Expanding beyond the military scope, Hanwha Ocean’s proposal aims to foster a strategic pathway for Poland’s industry. The collaboration goes beyond naval projects, encompassing partnerships in commercial vessels and offshore projects, showcasing Hanwha Ocean’s expertise in these domains. The company also expresses a keen interest in exploring opportunities in renewable energy and engaging in research and development with Polish institutes and universities.
Highlighting the comprehensive nature of the collaboration, Hanwha Ocean envisions a contribution to the growth and prosperity of both nations. The proposal is designed to stimulate local prominent small and medium-sized enterprises, create jobs, and cooperate in reciprocal technology development. By offering a holistic approach to industrial cooperation, Hanwha Ocean aims to position itself as a long-term partner, fostering enduring ties between South Korea and Poland.
About Hanwha Ocean (www.hanwhaocean.com)
Hanwha Ocean, established in 1973, has evolved over the past half-century to become a global industry leader in shipbuilding and offshore engineering.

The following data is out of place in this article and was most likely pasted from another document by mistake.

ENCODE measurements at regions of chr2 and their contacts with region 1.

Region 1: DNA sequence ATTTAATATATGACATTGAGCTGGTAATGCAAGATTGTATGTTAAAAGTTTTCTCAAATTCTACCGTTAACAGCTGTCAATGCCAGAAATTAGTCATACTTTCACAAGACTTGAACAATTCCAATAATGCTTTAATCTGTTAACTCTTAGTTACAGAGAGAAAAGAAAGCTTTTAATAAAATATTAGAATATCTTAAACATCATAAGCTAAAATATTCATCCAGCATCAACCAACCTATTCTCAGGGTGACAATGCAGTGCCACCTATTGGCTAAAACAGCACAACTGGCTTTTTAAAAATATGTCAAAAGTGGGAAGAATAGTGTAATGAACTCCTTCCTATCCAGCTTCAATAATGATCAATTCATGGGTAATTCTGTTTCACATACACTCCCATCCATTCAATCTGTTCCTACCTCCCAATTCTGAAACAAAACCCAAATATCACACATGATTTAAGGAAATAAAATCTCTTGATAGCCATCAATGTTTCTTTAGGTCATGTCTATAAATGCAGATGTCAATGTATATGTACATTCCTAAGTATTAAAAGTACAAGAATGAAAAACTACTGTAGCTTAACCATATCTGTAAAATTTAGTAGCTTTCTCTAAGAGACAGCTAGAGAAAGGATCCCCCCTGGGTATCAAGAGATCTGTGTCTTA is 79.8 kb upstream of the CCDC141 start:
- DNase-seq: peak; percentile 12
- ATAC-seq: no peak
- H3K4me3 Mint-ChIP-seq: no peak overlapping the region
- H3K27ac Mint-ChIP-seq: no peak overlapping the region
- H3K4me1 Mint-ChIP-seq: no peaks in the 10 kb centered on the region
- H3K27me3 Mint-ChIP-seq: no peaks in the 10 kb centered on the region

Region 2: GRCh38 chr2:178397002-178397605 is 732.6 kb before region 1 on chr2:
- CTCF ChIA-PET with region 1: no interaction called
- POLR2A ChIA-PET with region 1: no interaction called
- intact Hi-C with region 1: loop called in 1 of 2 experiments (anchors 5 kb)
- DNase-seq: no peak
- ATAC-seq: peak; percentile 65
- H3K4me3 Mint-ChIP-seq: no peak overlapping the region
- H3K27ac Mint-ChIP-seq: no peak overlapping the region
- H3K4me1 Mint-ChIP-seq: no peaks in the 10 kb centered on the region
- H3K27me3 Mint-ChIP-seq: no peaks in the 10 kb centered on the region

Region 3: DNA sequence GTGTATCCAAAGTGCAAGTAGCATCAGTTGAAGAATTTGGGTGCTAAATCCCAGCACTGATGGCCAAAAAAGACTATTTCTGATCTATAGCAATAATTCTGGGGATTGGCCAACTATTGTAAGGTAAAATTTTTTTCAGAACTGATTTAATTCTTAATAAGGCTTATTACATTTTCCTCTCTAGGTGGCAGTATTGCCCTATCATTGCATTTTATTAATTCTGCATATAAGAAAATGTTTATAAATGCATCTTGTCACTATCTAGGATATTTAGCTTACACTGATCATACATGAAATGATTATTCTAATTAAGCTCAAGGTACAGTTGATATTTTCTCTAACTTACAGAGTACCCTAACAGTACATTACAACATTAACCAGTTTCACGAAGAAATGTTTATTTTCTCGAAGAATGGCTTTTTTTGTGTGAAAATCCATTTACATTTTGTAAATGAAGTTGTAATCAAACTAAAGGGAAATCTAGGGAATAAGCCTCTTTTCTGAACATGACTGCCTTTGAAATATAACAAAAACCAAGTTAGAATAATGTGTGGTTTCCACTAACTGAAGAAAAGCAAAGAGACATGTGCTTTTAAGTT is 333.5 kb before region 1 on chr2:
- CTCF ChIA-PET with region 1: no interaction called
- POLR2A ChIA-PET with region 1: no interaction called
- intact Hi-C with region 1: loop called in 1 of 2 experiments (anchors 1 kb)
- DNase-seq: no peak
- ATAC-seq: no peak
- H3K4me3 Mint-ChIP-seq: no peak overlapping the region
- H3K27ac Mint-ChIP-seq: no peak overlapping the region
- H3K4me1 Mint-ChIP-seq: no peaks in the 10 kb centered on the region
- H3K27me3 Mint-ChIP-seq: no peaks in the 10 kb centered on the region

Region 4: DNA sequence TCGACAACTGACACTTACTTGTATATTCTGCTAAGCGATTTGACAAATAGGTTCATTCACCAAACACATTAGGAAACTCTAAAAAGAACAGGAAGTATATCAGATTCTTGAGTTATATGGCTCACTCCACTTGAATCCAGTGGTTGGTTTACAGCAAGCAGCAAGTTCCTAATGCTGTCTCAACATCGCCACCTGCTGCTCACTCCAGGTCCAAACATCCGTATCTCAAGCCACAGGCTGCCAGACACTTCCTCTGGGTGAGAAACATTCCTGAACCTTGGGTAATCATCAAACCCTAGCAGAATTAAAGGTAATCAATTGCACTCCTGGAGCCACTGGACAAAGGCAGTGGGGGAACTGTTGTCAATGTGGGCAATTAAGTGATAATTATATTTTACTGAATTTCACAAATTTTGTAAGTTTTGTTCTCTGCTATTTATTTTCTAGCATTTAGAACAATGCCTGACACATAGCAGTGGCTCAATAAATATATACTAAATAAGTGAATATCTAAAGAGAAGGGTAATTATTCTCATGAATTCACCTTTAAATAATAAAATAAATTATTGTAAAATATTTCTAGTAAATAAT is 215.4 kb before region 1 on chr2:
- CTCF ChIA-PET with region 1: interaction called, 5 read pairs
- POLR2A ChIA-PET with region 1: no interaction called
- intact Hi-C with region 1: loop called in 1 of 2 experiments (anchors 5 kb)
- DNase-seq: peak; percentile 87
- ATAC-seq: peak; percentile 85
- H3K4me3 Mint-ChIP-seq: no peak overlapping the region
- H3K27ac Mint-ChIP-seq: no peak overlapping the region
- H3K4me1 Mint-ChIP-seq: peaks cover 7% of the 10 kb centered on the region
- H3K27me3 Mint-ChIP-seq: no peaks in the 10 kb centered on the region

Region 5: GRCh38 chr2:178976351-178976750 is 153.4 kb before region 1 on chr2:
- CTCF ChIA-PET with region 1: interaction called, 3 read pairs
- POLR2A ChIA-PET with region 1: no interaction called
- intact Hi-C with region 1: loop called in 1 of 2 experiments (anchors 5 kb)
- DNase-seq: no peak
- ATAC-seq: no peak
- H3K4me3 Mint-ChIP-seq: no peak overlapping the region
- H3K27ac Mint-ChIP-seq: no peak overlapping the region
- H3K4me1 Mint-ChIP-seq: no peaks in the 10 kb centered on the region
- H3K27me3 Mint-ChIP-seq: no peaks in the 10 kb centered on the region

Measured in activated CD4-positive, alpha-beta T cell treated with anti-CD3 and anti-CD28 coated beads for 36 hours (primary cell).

Located in the Geoje Island in South Korea’s Gyeongsangnam-do region, the company’s shipyard has been instrumental in its journey towards becoming a world class shipbuilder. With a relentless focus on advanced technology and innovation, Hanwha Ocean has consistently paved the way for new business ventures, demonstrating its ability to construct a diverse range of vessels, including commercial ships, offshore platforms, and naval ships like submarines and destroyers.
With over 40 years of experience, Hanwha Ocean’s extensive portfolio stands out due to its rich history and expertise in submarine construction. Stemming from its involvement in the Korean Attack Submarine Program(KSS), Hanwha Ocean embarked on a journey that began with the construction of KSS-I submarines for the Korean Navy in 1983.